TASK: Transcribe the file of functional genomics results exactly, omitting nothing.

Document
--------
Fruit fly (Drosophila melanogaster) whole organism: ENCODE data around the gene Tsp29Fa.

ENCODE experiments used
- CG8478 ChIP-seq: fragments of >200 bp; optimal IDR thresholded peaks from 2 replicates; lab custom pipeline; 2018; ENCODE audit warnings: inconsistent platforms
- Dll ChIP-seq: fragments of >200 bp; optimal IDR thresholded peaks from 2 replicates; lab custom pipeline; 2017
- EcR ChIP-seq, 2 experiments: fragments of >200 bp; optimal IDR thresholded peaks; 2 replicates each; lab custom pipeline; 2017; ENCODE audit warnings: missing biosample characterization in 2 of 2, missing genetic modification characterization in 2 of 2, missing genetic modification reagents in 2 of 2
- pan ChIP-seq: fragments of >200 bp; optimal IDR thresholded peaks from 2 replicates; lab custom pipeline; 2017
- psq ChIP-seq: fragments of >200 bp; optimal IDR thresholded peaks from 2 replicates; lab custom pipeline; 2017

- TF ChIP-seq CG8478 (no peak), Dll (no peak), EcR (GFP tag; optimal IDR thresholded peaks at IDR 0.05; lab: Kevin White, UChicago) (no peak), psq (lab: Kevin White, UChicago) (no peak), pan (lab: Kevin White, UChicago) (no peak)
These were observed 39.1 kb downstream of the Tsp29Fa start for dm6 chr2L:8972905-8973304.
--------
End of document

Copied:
Fruit fly (Drosophila melanogaster) whole organism: ENCODE data around the gene Tsp29Fa.

ENCODE experiments used
- CG8478 ChIP-seq: fragments of >200 bp; optimal IDR thresholded peaks from 2 replicates; lab custom pipeline; 2018; ENCODE audit warnings: inconsistent platforms
- Dll ChIP-seq: fragments of >200 bp; optimal IDR thresholded peaks from 2 replicates; lab custom pipeline; 2017
- EcR ChIP-seq, 2 experiments: fragments of >200 bp; optimal IDR thresholded peaks; 2 replicates each; lab custom pipeline; 2017; ENCODE audit warnings: missing biosample characterization in 2 of 2, missing genetic modification characterization in 2 of 2, missing genetic modification reagents in 2 of 2
- pan ChIP-seq: fragments of >200 bp; optimal IDR thresholded peaks from 2 replicates; lab custom pipeline; 2017
- psq ChIP-seq: fragments of >200 bp; optimal IDR thresholded peaks from 2 replicates; lab custom pipeline; 2017

- TF ChIP-seq CG8478 (no peak), Dll (no peak), EcR (GFP tag; optimal IDR thresholded peaks at IDR 0.05; lab: Kevin White, UChicago) (no peak), psq (lab: Kevin White, UChicago) (no peak), pan (lab: Kevin White, UChicago) (no peak)
These were observed 39.1 kb downstream of the Tsp29Fa start for dm6 chr2L:8972905-8973304.